RBA: Assessment of Chicago Mercantile Exchange Inc. against the Financial Stability Standards for Central Counterparties Standard 9: Money Settlements

A central counterparty should conduct its money settlements in central bank money where practical and available. If central bank money is not used, a central counterparty should minimise and strictly control the credit and liquidity risk arising from the use of commercial bank money.

9.1 A central counterparty should conduct its money settlements in central bank money, where practical and available, to avoid credit and liquidity risks. A central counterparty that the Reserve Bank determines to be systemically important in Australia and has Australian dollar obligations should settle its Australian dollar obligations across an Exchange Settlement Account held at the Reserve Bank, in its own name or that of a related body corporate acceptable to the Reserve Bank.

CME does not conduct money settlements in central bank money. The Bank considers that CME will not be systemically important in Australia in the near term and therefore CME will not be required to open an Exchange Settlement Account at the outset of its operations.

9.2 If central bank money is not used, a central counterparty should conduct its money settlements using a settlement asset with little or no credit or liquidity risk.

CME predominantly uses commercial bank money to effect money settlements (i.e. payments of initial margin and variation margin). CME normally calculates initial margin in USD, while variation margin is calculated in the currency of the underlying product. CME also uses internal settlement (called ‘Combined Cash Flow’) for settlements of non-USD variation margin. Both methods apply as described below to AUD money settlements.

CME's ‘normal’ settlement method

CME requires clearing participants to maintain demand deposit cash accounts at one or more approved settlement banks to facilitate settlement (see CCP Standard 9.3). Clearing participants must hold separate accounts for house funds, customer segregated funds and customer OTC segregated funds. CME issues distinct payment instructions for each account. Clearing participants that participate in non-USD denominated clearing must maintain additional demand deposit cash accounts for each applicable foreign currency. A clearing participant must inform CME of the name of each settlement bank it uses and the relevant account numbers. A participant must sign an agreement with each of its settlement banks to allow that bank to debit or credit its accounts automatically on instruction from CME to meet daily settlement requirements. Failure of a clearing participant to meet a payment is a failure of an obligation to CME and may result in CME declaring an event of default (see CCP Standard 12). A clearing participant's obligation is extinguished at the time at which CME receives payment (see CCP Standard 9.3).

CME runs two settlement cycles for USD each day (an end-of-day cycle and an intraday cycle), although it has authority to run additional cycles, for example if market conditions warrant it. CME calculates, through its asset management and banking system ‘Clearing 21’, clearing participant initial margin amounts in USD cash and variation margin amounts in the currency of the underlying product. CME allows clearing participants to meet USD variation margin requirements using investment in money market mutual funds under the CME-managed IEF2 collateral program (see CCP Standard 5), which is netted against the final banking instruction; similarly variation margin paid to a participant can be converted into IEF2 balances. Foreign currency obligations may be settled using the Combined Cash Flow method discussed below. CME then issues variation margin pay/collect and initial margin call/release instructions to the settlement bank.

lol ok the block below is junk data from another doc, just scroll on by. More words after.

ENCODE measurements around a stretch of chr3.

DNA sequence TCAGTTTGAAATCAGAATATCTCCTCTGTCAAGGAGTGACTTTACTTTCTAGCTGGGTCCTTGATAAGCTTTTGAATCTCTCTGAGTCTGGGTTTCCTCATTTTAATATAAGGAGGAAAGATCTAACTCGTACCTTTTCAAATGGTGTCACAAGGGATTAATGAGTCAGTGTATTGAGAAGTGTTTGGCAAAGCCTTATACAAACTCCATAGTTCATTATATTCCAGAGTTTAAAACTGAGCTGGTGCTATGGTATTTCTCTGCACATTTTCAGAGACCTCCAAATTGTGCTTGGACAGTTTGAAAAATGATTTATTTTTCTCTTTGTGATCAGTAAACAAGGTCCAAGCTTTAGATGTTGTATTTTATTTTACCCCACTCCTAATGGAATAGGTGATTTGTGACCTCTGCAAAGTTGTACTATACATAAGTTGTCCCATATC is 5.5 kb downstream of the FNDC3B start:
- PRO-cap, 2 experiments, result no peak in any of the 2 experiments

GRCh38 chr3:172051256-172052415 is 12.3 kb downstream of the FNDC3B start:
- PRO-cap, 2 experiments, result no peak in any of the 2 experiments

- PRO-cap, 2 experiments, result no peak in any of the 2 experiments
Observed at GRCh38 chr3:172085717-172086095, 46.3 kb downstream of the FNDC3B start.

CME applies thresholds for variation margin; amounts below the threshold are not sent to the settlement bank for processing. For example, a threshold of US$500 000 applies for USD variation margin requirements during the intraday settlement cycle; in addition no foreign currency variation margin pays or collects are made during the intraday settlement cycle.

CME holds accounts at each of its settlement banks. USD funds are paid into accounts at CME's settlement banks and are then concentrated at a single bank. All currencies except for JPY are concentrated at a bank designated for that currency. CME's concentration banks are: JP Morgan Chase (London) for AUD, NOK, CHF, GBP, NZD, SEK, TRY, SGD, HKD and ZAR; Citibank (London) for EUR, CNH, DKK, PLN, CZK and HUF; Citibank (Canada) for CAD; and BMO Harris Bank for MXN and USD. Concentration instructions are issued to settlement banks at the same time that CME issues settlement instructions, that is concentration occurs as part of the settlement cycle.

CME issues money settlement instructions via the SWIFT network. Interbank payments are effected through the Federal Reserve's Fedwire Funds Service.

CME's ‘Combined Cash Flow’ settlement method